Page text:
Positioned in the Southern Part of the Arabian Peninsula, is Yemen or as it is sometimes called Happy Yaman. It was August 1997 when we were invited to a family wedding in Sana’a, the Capitol of Yaman.
When we received the invitation, so many things came to my mind, all the stories we read while studying history in school, the Silk Road, Queen Sheba, and the Green and Happy land of Yaman, however I knew that the updated reality of Yaman, even then in 1997, was one of a nation living mostly in abject poverty, with a high rate of illiteracy and a devastating history of forcing very young girls into marriage, often with men as old as their own fathers.
In other words, I was really not looking forward to this trip, little did I know that I will fall head over heels, in love with this place
Sana’a was as old as I expected, and people as tough as I was told, but there was something about that place, I couldn’t figure out, but I was genuinely liking the city with every day that went by.
Preparations for the wedding were going on and I had the task of flower decoration, something I loved to do until I found out that flowers were not a priority there, hence very difficult to find a variety.
I remember we were in a shop looking for accessories when a man holding a Kalashnikov ( automatic rifle) entered the store and went towards my husband while pointing the muzzle at him, my heart sank at the prospects of the outcome of this face to face encounter!
The gun wielding young man was actually trying to sell his rifle to my husband, an act that we learnt later, was very common in Yaman, all we needed in fact was to come back to Uganda with a Kalashnikov in hand!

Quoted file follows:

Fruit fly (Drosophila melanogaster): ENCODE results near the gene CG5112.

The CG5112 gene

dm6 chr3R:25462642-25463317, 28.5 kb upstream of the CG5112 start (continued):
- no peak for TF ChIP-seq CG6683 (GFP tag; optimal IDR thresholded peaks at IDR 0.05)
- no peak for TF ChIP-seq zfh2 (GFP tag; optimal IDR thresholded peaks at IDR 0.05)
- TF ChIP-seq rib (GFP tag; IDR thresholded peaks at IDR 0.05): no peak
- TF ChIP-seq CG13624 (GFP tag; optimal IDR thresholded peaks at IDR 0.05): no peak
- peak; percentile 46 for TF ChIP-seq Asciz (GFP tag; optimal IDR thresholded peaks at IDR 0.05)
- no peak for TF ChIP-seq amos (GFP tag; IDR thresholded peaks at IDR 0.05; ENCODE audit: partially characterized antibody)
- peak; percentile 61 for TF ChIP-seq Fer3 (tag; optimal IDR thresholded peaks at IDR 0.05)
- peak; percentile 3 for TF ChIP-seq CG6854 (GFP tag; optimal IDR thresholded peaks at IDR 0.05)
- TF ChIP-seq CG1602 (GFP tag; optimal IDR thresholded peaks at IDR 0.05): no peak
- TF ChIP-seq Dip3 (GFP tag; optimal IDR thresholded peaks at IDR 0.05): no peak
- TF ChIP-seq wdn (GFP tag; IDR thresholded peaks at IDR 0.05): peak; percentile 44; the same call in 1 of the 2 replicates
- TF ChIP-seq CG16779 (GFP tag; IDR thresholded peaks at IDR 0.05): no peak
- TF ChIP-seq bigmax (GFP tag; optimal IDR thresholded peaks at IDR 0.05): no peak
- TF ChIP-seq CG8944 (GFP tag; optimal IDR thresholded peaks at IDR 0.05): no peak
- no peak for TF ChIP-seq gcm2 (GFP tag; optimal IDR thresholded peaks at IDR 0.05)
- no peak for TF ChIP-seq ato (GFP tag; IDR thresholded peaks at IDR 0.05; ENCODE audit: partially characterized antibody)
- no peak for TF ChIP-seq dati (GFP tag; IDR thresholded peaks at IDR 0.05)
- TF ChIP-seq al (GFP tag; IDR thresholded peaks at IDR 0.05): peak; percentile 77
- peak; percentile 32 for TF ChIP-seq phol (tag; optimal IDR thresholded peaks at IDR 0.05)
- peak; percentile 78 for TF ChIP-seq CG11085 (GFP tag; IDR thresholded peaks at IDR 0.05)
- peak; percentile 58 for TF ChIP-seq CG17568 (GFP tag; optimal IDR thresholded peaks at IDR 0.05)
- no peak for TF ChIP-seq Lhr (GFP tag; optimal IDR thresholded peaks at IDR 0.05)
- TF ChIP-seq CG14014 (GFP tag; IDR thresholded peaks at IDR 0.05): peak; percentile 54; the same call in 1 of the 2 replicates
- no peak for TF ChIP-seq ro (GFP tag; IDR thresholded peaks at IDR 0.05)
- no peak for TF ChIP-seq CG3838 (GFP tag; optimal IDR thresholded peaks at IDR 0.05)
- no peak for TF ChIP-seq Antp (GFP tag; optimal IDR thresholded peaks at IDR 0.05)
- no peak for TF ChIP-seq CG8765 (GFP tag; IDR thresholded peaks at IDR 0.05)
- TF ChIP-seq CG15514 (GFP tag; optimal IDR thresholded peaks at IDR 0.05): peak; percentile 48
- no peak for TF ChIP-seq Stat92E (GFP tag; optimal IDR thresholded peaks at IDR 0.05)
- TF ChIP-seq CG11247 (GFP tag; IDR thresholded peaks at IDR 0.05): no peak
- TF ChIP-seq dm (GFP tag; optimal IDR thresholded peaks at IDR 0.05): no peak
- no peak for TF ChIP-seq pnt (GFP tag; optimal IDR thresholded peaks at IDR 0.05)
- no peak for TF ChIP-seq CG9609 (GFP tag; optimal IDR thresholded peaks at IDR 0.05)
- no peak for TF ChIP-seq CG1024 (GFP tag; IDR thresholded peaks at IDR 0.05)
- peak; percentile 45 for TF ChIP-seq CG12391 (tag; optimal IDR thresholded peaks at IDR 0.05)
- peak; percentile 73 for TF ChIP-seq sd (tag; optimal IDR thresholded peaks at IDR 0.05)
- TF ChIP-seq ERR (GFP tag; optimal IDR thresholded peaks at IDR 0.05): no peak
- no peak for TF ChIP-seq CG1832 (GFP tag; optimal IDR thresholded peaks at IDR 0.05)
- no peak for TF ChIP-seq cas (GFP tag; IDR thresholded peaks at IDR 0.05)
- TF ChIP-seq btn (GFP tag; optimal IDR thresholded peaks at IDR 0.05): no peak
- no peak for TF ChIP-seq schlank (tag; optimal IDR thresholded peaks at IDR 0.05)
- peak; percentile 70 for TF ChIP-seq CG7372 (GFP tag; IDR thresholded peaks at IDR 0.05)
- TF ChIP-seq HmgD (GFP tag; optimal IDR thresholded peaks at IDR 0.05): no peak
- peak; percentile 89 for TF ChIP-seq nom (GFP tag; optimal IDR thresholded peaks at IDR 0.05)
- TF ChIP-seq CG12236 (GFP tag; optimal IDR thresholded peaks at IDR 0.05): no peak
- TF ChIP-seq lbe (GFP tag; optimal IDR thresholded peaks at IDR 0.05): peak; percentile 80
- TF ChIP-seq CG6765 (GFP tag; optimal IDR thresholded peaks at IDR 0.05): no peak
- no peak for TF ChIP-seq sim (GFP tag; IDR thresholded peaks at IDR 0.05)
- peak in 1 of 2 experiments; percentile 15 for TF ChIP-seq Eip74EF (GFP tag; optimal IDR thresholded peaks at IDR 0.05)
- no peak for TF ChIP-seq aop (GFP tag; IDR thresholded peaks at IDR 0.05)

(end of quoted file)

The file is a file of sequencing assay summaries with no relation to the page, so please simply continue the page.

Our short trip was made of several such interesting stories, I can clearly remember the market place, the silver beads, Agate and other semi-precious stones, traditional cloth and of course, spices. One other big shopping was honey, and if you haven’t tasted honey from Yaman, you haven’t tasted real honey.
Beijing´s Interest in Yemen
Beijing seeks normalcy in war-affected Yemen to ensure its flagship Belt & Road Initiative has safe access to the Gulf of Aden and the Red Sea.
In an Official Statement, China’s Permanent Representative to the United Nations Zhang Jun called upon the international community to provide “tailored assistance” to improve the living conditions of the Yemeni people and highlighted Yemen as a case for China’s position that development is an effective pathway to peace and stability for countries facing internal conflicts.
Zhang Jun’s statement on Yemen was noteworthy because it was more specific than Beijing’s traditionally ambiguous calls for intra-Yemeni dialogue and a political solution to the Yemen war. The Chinese representative’s comments coincide with a broader expansion of China’s involvement in Yemen.
China’s economic interests have become codified into official policy, as Beijing supports the inclusion of Yemen into its Belt & Road Initiative (BRI) and stated that it “stands ready” to participate in the economic reconstruction of Yemen.